Date
13 December 2017
Masaru Kuge makes his bread not only free of food additives but also with a personal touch. Photo: HKEJ
Masaru Kuge makes his bread not only free of food additives but also with a personal touch. Photo: HKEJ

Rebirth of a healthy, additive-free bakery

Japanese baker Masaru Kuge used to operate his bakery at the Tin Ma Court Commercial Centre in Wong Tai Sin. Kuge makes his bread not only free of food additives but also with a personal touch. However, Link REIT sold the commercial center to another company last year, nearly putting an end to Kuge’s bakery business. Luckily, his bakery managed to survive thanks to a local baker who has the same bakery philosophy as Kuge.

Kuge had been a baker in Japan since he was 18. The bakery he was working with expanded into Hong Kong. He arrived in the city in 1985.

Seven years ago, Kuge established his own bakery in the then-less hectic Tin Ma Court Commercial Centre. “Many people live in this estate. Many of them are elderly. I hope they don’t have to travel far away to Hong Kong Island to have healthy bread that is food additive-free,” Kuge said.

Superb natural ingredients and patience are crucial elements for making soft, palatable bread that contains low levels of sugar and salt, as well as having no food additives. Starting at 5 a.m. every day, Kuge is busy making bread at his bake shop until 7 p.m. He produces a small quantity each time such that customers can taste the freshness of his bread.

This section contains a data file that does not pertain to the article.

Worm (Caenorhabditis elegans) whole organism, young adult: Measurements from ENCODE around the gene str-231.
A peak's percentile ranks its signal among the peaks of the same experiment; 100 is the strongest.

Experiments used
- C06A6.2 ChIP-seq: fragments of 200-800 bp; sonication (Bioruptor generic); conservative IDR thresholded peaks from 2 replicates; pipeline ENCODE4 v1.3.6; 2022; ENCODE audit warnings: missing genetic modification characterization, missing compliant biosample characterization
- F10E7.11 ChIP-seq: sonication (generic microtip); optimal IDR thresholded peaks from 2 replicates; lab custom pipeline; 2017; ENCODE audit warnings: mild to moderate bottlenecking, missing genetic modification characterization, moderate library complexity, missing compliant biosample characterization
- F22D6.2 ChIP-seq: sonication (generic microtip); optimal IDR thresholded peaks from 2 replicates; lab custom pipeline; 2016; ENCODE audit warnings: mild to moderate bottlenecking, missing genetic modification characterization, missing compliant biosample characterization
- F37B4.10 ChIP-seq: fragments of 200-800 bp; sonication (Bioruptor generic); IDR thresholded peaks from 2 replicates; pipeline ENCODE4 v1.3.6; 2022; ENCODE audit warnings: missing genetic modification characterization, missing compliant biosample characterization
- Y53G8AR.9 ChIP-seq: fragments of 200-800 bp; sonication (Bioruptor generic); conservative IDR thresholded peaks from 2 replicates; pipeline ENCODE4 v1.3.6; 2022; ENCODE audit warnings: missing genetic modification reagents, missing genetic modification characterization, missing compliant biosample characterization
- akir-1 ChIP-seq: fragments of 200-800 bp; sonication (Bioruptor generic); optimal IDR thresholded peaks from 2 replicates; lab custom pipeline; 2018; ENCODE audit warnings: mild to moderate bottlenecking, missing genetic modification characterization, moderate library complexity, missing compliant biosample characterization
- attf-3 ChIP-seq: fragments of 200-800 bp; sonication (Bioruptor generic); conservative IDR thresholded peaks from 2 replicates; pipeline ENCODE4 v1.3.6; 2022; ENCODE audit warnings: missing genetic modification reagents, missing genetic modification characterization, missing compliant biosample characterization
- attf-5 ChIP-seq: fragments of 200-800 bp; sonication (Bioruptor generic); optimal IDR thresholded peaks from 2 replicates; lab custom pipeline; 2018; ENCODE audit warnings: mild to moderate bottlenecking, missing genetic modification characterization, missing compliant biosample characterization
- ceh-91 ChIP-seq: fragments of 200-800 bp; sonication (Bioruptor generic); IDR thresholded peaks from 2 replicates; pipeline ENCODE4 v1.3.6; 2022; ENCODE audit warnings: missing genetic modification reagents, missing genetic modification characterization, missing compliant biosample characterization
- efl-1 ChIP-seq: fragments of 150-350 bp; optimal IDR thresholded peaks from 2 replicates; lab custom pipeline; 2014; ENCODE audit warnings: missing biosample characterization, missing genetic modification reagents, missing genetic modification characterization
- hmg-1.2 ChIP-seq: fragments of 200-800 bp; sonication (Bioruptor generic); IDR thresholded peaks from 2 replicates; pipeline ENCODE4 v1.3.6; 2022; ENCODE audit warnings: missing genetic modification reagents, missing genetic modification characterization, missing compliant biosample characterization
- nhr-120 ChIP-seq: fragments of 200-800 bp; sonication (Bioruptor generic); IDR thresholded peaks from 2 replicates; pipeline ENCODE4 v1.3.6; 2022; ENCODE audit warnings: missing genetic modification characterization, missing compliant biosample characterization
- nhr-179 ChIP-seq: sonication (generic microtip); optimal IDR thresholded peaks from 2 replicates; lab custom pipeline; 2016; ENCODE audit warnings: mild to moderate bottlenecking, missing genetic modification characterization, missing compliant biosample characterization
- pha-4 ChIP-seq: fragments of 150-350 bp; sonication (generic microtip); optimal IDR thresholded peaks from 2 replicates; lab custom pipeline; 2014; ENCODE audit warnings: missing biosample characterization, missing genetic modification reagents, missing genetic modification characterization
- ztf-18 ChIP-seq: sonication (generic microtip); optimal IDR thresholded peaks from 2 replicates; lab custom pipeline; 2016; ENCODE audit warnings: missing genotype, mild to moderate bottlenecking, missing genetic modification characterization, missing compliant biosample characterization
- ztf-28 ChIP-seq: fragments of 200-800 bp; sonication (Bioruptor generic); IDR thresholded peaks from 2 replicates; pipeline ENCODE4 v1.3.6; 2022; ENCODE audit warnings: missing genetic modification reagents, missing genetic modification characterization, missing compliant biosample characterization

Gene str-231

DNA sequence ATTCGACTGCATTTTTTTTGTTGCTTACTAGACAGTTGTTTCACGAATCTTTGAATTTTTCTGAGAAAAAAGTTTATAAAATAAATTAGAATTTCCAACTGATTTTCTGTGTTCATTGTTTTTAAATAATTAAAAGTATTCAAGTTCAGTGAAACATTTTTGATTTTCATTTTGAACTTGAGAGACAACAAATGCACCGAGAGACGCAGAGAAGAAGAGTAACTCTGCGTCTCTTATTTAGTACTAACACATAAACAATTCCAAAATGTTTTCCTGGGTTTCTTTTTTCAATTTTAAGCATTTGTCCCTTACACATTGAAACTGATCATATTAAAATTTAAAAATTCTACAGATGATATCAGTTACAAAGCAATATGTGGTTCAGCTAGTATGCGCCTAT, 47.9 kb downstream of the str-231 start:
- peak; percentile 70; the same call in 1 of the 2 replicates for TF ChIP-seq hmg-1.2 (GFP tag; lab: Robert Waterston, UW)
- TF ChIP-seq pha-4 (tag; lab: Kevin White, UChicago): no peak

In December, Kuge was notified of a renovation project of the commercial center. His landlord proposed leasing him a bigger unit with the same rent. He and his wife agreed, but the landlord failed to keep his promise by subletting the unit to another tenant.

Many offered help to Kuge, who was at a loss suddenly. One of them was Jacky Poon, a second-generation management executive of Fung Heung Yuen Bakery, a traditional local bakery in Kowloon City. Six months ago, Poon launched Breadyard that produces bread without food additives. After hearing Kuge’s story, he visited Kuge’s bakery and tried his bread. His experience during the visit convinced him to invite Kuge to become a partner.

Considering their identical bakery philosophy and proximity of the new shop to Tin Ma Court, Kuge decided to work in partnership with Poon.

Breadyard, under the new partnership, was founded. Kuge once again sees familiar customers enjoying the freshness of his breads in a new location.

This article appeared in the Hong Kong Economic Journal on July 14

Translation by Jonathan Chong

[Chinese version 中文版]

JC/RA

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